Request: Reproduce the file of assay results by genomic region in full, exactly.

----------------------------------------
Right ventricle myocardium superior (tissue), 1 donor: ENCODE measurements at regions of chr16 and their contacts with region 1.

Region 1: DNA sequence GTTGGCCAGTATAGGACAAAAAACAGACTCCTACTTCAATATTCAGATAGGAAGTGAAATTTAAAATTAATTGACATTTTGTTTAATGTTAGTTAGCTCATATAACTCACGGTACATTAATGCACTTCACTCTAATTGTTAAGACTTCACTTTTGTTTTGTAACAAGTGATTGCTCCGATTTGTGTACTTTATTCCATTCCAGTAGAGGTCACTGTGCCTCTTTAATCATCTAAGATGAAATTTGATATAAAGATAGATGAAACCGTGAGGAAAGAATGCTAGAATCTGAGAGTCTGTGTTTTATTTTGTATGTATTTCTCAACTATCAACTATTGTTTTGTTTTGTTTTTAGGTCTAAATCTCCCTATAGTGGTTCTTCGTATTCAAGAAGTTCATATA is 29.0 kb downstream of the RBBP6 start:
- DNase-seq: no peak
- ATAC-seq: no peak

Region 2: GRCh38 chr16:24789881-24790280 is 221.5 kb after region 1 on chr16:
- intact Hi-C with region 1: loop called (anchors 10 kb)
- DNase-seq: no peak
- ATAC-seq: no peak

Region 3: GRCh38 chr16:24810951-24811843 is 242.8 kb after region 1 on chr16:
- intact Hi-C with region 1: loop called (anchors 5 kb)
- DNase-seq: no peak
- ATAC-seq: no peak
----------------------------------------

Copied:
Right ventricle myocardium superior (tissue), 1 donor: ENCODE measurements at regions of chr16 and their contacts with region 1.

Region 1: DNA sequence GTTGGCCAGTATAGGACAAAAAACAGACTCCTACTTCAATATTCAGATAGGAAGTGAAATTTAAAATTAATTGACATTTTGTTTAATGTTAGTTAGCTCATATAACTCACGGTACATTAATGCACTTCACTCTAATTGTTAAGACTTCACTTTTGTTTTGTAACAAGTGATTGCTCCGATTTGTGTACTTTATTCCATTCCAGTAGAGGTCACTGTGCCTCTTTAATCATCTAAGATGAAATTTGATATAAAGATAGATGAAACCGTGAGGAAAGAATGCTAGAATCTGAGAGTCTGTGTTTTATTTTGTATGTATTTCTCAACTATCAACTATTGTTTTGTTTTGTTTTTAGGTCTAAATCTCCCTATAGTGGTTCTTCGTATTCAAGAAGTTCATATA is 29.0 kb downstream of the RBBP6 start:
- DNase-seq: no peak
- ATAC-seq: no peak

Region 2: GRCh38 chr16:24789881-24790280 is 221.5 kb after region 1 on chr16:
- intact Hi-C with region 1: loop called (anchors 10 kb)
- DNase-seq: no peak
- ATAC-seq: no peak

Region 3: GRCh38 chr16:24810951-24811843 is 242.8 kb after region 1 on chr16:
- intact Hi-C with region 1: loop called (anchors 5 kb)
- DNase-seq: no peak
- ATAC-seq: no peak